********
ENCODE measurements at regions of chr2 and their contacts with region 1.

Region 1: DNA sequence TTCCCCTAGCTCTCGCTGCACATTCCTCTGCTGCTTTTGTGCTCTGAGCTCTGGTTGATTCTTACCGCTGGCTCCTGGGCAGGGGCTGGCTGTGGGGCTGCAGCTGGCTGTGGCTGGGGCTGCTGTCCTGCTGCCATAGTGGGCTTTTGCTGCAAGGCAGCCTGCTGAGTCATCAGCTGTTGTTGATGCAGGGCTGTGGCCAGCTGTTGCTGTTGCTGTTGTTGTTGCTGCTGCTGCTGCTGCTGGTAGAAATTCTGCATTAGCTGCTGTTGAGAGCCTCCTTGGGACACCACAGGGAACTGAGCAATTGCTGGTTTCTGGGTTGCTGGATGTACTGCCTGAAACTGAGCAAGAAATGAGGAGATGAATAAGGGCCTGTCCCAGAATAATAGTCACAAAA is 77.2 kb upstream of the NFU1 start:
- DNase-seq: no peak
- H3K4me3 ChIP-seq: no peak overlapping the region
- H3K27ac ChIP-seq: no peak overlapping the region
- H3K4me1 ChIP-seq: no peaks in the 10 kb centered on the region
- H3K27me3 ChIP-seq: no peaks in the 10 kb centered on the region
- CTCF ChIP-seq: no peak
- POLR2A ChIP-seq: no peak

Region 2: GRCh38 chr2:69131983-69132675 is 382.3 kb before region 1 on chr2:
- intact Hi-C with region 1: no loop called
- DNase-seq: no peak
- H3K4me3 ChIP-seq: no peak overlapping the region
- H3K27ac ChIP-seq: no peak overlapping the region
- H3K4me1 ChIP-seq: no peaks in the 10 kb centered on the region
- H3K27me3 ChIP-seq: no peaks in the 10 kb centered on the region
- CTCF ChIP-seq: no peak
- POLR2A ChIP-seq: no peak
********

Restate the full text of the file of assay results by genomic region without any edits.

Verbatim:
ENCODE measurements at regions of chr2 and their contacts with region 1.

Region 1: DNA sequence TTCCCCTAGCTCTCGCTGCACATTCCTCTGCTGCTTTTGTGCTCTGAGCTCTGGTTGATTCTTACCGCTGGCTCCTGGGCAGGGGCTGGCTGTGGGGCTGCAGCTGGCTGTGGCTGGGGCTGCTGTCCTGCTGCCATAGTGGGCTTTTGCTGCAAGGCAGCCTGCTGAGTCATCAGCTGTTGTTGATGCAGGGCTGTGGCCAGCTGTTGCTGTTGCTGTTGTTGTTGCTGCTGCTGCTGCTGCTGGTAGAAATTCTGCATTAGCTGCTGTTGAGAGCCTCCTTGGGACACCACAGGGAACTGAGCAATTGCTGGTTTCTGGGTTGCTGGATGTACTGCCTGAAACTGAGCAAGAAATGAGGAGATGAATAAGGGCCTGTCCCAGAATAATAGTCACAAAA is 77.2 kb upstream of the NFU1 start:
- DNase-seq: no peak
- H3K4me3 ChIP-seq: no peak overlapping the region
- H3K27ac ChIP-seq: no peak overlapping the region
- H3K4me1 ChIP-seq: no peaks in the 10 kb centered on the region
- H3K27me3 ChIP-seq: no peaks in the 10 kb centered on the region
- CTCF ChIP-seq: no peak
- POLR2A ChIP-seq: no peak

Region 2: GRCh38 chr2:69131983-69132675 is 382.3 kb before region 1 on chr2:
- intact Hi-C with region 1: no loop called
- DNase-seq: no peak
- H3K4me3 ChIP-seq: no peak overlapping the region
- H3K27ac ChIP-seq: no peak overlapping the region
- H3K4me1 ChIP-seq: no peaks in the 10 kb centered on the region
- H3K27me3 ChIP-seq: no peaks in the 10 kb centered on the region
- CTCF ChIP-seq: no peak
- POLR2A ChIP-seq: no peak